A “commitment to winning” gets you to the big game. However, it’s in lacking a franchise level ethos defined by a “commitment to excellence” that allows for the Bills’ four consecutive Super Bowls to be debacles that included the following:

  • The New York Giants to have possession of the football for more than 40 minutes
  • The game against the Washington Football Team to include the Bills’ initial possession involving Thurman Thomas looking for his helmet on the sidelines.
  • The Dallas Cowboys forcing nine Buffalo turnovers.
  • The Dallas Cowboys outscoring the Buffalo Bills 24–0 in the second half of a rematch one year later.

Comparatively, a “Commitment to Excellence” takes a “commitment to winning” one note deeper and is what led to the Los Angeles Raiders’ 38–9 dismantling of the Washington Football Team in 1983’s Super Bowl XVIII.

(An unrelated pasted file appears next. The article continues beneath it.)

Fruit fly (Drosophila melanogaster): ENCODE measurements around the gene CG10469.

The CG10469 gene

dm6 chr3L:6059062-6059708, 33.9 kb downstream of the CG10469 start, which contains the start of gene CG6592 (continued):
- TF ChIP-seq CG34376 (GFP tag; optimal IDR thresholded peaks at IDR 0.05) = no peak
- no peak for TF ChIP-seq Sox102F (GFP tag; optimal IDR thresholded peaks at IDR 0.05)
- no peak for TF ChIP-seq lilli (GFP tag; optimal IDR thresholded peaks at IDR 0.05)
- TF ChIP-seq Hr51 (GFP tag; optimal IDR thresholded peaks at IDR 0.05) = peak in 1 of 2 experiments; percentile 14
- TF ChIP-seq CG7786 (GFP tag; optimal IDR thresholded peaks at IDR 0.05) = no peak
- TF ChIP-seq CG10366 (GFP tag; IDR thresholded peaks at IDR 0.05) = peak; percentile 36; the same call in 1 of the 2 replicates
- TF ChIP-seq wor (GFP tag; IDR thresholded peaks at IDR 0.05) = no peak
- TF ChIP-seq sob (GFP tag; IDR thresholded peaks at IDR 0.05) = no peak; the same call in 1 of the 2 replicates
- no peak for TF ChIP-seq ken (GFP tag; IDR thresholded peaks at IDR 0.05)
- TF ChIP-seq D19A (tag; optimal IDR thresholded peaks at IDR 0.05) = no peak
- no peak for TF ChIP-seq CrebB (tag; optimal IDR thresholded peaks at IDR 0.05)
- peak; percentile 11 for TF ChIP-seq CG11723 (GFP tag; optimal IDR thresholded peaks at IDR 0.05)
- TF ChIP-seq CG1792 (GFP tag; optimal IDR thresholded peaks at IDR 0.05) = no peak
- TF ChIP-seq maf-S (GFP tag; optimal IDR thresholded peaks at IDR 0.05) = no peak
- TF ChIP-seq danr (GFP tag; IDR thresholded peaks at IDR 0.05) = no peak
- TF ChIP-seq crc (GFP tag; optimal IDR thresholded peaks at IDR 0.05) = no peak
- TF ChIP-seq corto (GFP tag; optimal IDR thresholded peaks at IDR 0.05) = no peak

The 1983 Washington Football Team’s offense set the then NFL scoring record with 541 points. Their defense set the record for takeaways with 61, and the team overall had a turnover ratio of +43, which means that Washington’s offense only turned the ball over to their opponents 18 times in 16 games. For comparison’s sake, this is more than twice the leading +/- number for the top NFL differential team in the past two NFL seasons COMBINED. All this being said, the Washington Football Team lost to the Los Angeles Raiders 38–9 in the Super Bowl that season. Why? Well, let’s study “Commitment to Excellence.”